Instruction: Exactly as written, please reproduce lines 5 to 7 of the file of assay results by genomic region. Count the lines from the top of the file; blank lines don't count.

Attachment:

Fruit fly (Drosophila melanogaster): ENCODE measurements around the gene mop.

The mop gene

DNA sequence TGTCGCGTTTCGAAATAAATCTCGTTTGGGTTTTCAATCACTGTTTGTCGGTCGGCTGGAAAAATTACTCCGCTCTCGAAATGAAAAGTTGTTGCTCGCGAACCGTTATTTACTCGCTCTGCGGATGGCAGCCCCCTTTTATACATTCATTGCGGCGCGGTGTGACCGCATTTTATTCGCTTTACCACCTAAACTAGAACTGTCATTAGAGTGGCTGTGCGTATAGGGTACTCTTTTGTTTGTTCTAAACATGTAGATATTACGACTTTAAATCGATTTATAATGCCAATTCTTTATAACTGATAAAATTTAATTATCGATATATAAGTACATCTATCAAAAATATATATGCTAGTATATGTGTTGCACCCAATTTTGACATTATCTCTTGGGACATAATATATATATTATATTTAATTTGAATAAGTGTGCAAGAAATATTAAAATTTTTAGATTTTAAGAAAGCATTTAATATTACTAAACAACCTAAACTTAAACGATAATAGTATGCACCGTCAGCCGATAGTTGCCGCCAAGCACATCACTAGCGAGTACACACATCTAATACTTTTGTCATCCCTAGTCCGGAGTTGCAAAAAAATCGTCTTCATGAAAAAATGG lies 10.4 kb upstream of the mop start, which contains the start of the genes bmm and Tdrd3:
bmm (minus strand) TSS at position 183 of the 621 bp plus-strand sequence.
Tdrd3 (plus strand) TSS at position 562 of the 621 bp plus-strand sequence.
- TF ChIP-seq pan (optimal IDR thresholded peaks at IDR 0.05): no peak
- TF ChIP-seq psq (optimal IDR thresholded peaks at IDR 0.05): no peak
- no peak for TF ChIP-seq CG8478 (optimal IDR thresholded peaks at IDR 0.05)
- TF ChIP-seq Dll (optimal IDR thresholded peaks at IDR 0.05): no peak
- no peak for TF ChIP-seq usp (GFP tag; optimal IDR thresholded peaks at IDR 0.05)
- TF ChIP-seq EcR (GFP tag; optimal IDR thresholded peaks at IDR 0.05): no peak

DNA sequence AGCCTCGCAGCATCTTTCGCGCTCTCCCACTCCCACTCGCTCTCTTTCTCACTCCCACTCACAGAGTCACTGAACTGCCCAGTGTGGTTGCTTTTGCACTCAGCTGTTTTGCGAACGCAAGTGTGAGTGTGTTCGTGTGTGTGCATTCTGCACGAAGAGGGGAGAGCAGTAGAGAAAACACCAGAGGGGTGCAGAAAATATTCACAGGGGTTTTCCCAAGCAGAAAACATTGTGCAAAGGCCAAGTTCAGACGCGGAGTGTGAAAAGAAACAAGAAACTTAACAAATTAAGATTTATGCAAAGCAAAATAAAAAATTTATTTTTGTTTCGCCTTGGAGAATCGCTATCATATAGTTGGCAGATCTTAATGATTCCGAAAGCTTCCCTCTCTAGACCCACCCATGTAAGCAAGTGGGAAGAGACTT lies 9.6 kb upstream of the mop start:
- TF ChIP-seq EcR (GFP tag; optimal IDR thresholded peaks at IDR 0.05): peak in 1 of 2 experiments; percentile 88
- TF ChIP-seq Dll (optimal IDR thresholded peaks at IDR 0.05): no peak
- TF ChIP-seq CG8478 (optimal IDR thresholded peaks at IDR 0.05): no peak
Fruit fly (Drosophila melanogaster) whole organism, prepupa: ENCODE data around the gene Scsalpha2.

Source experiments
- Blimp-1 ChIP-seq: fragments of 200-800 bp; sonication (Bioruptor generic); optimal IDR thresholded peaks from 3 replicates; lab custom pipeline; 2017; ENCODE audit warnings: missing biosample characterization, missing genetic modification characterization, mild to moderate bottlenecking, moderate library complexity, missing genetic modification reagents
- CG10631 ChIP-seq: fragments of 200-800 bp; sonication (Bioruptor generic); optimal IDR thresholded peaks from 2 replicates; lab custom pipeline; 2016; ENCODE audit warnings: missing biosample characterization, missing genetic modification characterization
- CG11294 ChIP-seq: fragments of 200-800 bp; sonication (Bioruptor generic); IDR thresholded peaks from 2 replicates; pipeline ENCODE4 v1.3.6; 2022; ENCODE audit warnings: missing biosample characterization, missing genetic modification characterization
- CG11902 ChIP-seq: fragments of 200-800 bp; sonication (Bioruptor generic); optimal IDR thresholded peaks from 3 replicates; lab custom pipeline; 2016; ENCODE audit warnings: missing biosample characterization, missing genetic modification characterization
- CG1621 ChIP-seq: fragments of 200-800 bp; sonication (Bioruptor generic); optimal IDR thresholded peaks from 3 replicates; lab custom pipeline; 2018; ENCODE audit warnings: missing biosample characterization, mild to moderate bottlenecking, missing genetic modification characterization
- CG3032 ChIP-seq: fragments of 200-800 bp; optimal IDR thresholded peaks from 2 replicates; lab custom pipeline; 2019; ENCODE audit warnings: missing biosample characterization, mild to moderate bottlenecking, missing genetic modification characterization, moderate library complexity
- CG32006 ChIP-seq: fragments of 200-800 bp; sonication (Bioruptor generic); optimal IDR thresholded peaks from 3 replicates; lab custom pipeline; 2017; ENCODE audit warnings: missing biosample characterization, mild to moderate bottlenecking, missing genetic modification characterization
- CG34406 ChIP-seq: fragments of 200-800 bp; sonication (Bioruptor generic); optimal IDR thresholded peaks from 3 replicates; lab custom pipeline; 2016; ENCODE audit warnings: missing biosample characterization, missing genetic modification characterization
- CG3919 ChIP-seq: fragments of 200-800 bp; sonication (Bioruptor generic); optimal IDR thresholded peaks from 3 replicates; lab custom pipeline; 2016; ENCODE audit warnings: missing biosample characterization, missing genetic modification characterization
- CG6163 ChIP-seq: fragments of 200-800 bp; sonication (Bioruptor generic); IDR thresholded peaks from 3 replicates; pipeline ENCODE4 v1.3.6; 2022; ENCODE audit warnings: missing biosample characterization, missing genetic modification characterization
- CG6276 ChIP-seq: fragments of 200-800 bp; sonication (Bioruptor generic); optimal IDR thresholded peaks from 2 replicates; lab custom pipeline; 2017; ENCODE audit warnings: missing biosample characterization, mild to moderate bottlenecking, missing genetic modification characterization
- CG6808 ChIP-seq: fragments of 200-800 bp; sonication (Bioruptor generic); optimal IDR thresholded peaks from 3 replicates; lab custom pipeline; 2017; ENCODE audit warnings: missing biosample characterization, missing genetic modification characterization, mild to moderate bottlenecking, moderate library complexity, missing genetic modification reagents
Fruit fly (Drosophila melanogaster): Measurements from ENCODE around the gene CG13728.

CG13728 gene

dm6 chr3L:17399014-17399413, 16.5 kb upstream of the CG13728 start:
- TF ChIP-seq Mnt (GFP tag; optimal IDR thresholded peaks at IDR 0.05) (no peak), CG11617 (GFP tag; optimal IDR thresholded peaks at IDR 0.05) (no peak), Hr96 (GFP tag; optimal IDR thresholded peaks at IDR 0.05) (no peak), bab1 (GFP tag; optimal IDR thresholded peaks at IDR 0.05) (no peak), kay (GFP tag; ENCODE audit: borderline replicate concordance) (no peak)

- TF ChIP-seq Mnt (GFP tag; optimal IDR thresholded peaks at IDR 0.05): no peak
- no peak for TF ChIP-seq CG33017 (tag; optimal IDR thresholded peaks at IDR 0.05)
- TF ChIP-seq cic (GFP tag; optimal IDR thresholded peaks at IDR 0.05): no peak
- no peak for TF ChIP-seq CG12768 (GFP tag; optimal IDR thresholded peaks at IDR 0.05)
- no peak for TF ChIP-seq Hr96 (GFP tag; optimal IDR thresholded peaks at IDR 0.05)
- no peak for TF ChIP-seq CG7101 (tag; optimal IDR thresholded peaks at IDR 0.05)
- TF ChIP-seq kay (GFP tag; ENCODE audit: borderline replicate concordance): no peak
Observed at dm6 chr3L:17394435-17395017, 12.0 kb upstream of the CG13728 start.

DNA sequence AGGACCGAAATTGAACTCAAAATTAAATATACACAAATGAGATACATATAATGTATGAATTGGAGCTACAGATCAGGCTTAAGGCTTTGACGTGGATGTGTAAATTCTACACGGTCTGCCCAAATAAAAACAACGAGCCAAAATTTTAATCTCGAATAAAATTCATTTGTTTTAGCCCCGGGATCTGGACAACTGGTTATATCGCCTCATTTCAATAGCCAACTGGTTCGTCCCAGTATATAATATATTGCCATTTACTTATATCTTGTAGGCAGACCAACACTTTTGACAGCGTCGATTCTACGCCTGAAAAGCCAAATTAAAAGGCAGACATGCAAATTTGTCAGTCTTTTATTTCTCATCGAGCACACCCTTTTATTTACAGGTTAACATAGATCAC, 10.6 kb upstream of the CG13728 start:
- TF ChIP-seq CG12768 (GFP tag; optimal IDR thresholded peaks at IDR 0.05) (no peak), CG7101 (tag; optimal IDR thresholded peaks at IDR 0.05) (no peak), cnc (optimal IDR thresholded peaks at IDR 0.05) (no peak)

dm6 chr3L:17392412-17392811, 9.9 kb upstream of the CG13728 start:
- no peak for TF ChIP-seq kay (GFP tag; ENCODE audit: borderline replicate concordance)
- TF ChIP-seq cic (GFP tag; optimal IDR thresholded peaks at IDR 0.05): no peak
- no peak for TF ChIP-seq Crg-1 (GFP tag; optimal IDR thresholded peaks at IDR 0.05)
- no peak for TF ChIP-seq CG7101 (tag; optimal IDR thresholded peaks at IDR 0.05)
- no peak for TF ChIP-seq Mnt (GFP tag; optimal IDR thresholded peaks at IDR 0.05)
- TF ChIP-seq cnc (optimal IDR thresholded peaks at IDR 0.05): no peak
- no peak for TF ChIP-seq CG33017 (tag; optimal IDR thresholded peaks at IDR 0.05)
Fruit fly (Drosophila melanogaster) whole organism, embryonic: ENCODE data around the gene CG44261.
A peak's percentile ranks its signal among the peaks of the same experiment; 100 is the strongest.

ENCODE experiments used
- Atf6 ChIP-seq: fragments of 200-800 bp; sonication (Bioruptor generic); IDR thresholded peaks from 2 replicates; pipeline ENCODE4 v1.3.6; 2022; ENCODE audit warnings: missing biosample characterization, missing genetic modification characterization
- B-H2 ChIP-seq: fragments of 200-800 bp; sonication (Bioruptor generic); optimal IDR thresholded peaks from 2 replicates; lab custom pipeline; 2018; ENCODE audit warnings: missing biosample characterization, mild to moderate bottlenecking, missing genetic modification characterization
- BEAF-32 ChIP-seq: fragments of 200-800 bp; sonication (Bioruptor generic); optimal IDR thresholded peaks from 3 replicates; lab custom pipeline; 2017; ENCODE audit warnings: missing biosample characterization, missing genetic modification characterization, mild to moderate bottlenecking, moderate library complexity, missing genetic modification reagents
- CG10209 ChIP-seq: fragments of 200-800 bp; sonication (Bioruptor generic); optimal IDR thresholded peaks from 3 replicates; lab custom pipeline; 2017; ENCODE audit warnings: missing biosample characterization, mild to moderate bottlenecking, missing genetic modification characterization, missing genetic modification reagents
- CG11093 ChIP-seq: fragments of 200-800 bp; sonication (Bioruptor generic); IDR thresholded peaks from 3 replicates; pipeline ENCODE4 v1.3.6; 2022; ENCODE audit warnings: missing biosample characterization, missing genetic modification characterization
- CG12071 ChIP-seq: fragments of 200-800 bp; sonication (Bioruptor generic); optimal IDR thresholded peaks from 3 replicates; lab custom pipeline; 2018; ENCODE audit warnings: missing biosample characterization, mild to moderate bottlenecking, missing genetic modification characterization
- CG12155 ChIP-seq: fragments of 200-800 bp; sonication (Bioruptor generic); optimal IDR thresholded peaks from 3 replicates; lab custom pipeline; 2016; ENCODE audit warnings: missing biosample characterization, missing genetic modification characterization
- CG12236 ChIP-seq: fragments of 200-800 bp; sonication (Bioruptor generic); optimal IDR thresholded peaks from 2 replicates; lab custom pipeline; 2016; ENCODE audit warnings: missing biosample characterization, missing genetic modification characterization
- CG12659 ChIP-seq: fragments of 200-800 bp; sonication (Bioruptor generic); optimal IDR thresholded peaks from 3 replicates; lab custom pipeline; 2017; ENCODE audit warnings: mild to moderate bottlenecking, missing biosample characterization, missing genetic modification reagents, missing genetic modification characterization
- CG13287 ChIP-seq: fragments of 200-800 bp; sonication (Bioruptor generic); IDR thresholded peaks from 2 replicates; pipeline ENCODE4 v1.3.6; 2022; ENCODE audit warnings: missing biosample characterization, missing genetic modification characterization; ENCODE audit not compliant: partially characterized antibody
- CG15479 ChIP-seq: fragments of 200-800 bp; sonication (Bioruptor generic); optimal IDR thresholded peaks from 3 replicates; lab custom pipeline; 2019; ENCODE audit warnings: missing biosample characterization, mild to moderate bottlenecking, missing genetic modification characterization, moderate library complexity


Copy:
Tdrd3 (plus strand) TSS at position 562 of the 621 bp plus-strand sequence.
- TF ChIP-seq pan (optimal IDR thresholded peaks at IDR 0.05): no peak
- TF ChIP-seq psq (optimal IDR thresholded peaks at IDR 0.05): no peak